As a wave of anti-establishment sentiment gathered post-Covid, the victory of Giorgia Meloni’s Friends of Italy to lead a coalition that includes the mercurial Matteo Salvini’s League and the stalwart Silvio Berlusconi’s Forza Italia should be raising the pique more than causing the ringing of alarm bells.
Of the three major points in the political spectrum, hitting the centre never raises the hackles but, while a swing to the extreme left may surprise, any movement to the far-right delivers a shock. More so in the case of Italy because an iconoclastic populist in Ms Meloni and her party with roots in the post-war fascist party MSI will be heading a fractious coalition in a nation that has had its fair share of a rise and fall of electoral alliances in the last few years.
Also, the political momentum in Europe in these fraught times of a cost-of-living crisis and runaway inflation is indubitably with the right, as evidenced in the results of the Swedish election last week, which followed Marine Le Pen’s impressive-enough showing against Emmanuel Macron in the French presidential election.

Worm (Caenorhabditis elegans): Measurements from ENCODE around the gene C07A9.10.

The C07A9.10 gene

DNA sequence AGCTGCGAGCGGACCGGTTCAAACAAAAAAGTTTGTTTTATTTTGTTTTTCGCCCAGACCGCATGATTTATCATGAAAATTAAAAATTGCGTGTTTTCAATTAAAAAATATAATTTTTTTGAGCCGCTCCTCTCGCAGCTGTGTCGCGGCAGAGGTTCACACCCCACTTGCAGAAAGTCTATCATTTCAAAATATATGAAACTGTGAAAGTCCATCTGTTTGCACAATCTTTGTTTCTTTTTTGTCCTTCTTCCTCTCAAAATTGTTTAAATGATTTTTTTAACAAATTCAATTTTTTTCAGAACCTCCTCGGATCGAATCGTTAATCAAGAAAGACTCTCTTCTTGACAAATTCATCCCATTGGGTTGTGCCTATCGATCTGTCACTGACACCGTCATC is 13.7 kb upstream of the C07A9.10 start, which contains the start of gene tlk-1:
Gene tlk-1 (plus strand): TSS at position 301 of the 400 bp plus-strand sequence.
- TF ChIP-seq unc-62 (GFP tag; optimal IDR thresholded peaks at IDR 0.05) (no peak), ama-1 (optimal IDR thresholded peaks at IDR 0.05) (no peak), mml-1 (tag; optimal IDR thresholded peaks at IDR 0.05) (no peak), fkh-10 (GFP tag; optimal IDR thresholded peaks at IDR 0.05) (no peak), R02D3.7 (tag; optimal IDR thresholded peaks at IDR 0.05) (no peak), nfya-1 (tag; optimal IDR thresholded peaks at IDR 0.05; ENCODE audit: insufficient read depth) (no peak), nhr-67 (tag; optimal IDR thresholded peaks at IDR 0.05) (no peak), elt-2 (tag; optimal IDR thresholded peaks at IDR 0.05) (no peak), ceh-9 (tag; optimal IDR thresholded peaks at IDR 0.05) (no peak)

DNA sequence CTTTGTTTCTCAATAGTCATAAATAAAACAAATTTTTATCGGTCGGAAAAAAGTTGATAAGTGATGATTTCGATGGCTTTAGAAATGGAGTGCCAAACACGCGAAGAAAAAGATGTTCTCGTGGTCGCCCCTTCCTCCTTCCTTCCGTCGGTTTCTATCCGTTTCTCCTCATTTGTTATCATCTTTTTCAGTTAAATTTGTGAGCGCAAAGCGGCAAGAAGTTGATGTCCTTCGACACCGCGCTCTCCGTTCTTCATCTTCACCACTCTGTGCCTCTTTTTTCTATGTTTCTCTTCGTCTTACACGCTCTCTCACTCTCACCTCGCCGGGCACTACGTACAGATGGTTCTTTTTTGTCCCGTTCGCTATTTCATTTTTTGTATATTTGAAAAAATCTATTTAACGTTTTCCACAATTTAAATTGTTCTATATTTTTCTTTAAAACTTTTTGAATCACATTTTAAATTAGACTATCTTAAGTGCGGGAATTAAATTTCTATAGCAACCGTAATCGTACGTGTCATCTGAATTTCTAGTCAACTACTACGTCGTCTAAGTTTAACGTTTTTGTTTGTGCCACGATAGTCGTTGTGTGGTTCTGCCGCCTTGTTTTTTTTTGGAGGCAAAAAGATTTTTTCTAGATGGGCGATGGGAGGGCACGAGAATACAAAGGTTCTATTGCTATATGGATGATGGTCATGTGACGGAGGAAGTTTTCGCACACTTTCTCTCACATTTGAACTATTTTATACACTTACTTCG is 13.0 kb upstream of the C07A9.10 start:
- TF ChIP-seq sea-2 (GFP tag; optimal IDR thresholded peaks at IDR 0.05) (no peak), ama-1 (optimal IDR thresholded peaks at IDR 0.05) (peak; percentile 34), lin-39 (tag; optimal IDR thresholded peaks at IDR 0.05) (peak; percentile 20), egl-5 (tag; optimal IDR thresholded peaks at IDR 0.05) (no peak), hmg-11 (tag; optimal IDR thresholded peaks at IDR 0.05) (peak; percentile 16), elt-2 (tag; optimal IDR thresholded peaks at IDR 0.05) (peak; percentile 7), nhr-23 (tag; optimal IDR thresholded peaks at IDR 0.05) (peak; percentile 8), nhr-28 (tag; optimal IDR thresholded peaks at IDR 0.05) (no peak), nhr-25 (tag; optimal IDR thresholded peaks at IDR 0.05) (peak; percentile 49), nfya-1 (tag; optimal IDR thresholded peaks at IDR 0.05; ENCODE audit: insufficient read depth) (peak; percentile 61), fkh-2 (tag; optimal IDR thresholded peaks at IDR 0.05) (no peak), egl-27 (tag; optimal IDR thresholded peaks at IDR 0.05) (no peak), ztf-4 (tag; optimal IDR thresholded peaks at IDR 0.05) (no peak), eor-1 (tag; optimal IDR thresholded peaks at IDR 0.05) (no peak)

The ground realities of an Italy ensconced firmly in the EU may, however, be the balancing factor as the country needs recovery funds from EU institutions, estimated to be nearly 200 bn euro in the next four years to avert recession. Furthermore, her own party’s survival instincts after coming to power as well as her softening stand on EU and support of NATO after the Ukraine war might see a mellower Meloni holding the reins.
It may seem a paradox that a coalition, with 26 per cent of the vote when only 64 per cent of voters turned out because of general disenchantment with politics, will be ruling at a time of sweeping euro-scepticism baiting Brussels. Italy’s largely decentralised system offers hope too that Meloni might first attempt to set the economy right to help people in distress before trying to force any of her anti-migrant and reactionary ideas on her people....